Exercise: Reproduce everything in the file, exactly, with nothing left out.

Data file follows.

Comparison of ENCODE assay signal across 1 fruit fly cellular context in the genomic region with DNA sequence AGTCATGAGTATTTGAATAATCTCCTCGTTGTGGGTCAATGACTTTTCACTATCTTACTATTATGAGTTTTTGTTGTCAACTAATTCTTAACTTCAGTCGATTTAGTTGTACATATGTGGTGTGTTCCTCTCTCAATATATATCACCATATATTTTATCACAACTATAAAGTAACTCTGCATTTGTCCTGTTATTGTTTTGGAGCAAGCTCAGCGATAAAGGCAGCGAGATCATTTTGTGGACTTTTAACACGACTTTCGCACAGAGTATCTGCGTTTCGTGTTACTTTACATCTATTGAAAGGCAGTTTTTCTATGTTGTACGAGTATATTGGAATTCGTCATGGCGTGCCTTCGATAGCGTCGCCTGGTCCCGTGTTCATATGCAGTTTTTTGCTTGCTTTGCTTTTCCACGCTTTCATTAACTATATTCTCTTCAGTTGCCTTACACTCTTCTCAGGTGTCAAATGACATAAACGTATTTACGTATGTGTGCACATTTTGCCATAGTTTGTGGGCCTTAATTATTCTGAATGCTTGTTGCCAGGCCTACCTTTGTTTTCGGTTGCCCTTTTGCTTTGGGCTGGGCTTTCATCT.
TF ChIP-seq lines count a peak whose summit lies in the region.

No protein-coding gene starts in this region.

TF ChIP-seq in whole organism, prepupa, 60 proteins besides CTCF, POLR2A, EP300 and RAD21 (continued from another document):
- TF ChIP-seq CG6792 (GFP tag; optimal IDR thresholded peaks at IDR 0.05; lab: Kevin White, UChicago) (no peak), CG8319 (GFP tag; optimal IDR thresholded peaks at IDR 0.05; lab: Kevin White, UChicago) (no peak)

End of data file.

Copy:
Comparison of ENCODE assay signal across 1 fruit fly cellular context in the genomic region with DNA sequence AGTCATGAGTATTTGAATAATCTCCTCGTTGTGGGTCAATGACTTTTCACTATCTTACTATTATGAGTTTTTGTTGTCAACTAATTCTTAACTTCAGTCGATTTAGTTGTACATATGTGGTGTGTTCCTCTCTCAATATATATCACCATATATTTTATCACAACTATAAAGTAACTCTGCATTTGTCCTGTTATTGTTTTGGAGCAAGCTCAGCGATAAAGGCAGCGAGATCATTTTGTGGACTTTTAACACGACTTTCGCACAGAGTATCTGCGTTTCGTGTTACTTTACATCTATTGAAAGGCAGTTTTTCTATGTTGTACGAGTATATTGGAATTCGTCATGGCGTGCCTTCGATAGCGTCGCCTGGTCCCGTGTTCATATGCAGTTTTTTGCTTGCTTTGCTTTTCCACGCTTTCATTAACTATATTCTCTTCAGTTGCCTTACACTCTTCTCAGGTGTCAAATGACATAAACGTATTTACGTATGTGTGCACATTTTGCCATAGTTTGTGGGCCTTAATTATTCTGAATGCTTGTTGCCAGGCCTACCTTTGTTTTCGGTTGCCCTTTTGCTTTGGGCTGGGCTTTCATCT.
TF ChIP-seq lines count a peak whose summit lies in the region.

No protein-coding gene starts in this region.

TF ChIP-seq in whole organism, prepupa, 60 proteins besides CTCF, POLR2A, EP300 and RAD21 (continued from another document):
- TF ChIP-seq CG6792 (GFP tag; optimal IDR thresholded peaks at IDR 0.05; lab: Kevin White, UChicago) (no peak), CG8319 (GFP tag; optimal IDR thresholded peaks at IDR 0.05; lab: Kevin White, UChicago) (no peak)